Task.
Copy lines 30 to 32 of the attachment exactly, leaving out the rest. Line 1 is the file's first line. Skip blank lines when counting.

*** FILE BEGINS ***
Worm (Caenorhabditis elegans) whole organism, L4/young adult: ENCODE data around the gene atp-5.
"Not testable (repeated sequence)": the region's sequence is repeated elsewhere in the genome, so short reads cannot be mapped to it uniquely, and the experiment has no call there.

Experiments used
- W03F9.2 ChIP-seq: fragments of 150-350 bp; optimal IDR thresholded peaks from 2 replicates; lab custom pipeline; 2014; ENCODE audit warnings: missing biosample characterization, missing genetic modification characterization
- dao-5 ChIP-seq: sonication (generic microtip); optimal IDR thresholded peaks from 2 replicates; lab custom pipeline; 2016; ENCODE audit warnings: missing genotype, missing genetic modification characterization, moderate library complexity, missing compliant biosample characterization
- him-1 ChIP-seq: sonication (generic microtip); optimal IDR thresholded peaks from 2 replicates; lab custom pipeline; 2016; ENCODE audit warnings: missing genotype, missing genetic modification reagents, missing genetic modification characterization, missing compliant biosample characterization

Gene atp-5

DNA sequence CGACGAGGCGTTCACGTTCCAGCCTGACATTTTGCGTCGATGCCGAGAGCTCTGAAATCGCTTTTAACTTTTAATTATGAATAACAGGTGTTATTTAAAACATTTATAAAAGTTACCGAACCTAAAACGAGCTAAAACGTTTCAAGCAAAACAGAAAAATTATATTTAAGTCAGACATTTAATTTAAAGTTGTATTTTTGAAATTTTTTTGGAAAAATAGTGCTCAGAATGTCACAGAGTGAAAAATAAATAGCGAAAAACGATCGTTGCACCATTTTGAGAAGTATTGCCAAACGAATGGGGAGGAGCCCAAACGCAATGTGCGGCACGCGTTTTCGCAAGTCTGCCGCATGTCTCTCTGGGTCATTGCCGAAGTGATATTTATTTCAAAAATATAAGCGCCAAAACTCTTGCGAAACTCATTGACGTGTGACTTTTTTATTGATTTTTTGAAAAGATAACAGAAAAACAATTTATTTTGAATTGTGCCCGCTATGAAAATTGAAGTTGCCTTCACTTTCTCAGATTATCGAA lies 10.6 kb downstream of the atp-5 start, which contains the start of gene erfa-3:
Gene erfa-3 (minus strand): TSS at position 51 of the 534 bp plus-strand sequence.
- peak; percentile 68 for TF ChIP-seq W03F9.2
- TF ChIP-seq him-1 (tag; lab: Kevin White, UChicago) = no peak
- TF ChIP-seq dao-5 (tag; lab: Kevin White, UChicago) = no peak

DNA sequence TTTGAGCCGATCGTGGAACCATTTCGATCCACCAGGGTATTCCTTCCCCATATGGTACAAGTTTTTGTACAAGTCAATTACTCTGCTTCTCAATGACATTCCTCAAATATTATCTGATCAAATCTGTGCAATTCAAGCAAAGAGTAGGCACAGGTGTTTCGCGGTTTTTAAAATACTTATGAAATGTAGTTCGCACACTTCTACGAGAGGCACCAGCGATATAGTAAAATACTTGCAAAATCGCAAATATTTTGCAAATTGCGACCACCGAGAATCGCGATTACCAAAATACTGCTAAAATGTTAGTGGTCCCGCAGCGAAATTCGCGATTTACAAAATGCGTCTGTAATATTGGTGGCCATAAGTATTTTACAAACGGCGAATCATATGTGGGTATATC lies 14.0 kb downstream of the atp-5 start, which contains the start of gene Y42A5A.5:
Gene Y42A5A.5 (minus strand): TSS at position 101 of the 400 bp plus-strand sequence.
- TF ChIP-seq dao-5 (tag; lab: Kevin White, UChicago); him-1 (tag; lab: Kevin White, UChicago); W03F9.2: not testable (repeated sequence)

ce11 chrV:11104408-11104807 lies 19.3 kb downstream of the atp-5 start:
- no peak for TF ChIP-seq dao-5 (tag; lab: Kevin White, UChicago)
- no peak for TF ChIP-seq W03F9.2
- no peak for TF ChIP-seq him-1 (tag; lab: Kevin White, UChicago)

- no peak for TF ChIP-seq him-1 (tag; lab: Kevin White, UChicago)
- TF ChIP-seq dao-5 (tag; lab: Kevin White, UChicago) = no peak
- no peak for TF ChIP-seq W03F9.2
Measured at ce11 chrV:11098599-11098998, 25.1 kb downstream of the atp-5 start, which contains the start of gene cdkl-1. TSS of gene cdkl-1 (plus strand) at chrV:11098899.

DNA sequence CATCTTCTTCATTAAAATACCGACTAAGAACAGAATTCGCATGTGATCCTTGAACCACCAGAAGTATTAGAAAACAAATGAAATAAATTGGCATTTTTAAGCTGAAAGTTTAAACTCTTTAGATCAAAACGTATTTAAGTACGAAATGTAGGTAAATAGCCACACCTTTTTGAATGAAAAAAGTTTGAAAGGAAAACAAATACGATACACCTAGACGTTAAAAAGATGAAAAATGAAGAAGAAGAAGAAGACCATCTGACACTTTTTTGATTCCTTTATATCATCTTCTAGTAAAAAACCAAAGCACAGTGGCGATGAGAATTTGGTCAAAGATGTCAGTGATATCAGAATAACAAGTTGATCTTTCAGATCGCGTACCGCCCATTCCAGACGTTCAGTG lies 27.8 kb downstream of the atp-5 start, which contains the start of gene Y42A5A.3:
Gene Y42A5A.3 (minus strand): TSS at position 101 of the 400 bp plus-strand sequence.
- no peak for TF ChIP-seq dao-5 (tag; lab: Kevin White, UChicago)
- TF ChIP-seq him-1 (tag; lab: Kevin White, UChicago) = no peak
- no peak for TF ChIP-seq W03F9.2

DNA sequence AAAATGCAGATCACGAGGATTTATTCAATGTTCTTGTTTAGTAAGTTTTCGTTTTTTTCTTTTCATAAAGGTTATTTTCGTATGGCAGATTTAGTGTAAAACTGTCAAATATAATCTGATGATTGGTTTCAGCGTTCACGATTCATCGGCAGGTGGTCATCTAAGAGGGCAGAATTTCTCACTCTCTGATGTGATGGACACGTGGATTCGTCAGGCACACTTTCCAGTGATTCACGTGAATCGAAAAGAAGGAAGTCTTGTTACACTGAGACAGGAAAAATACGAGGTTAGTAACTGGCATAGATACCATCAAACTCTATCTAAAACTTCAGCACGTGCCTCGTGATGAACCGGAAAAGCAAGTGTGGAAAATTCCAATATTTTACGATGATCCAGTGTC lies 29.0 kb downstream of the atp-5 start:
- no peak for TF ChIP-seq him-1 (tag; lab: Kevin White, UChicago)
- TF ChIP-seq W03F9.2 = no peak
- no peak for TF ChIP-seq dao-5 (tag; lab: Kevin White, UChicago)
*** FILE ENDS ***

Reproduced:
- no peak for TF ChIP-seq him-1 (tag; lab: Kevin White, UChicago)
- TF ChIP-seq W03F9.2 = no peak
- no peak for TF ChIP-seq dao-5 (tag; lab: Kevin White, UChicago)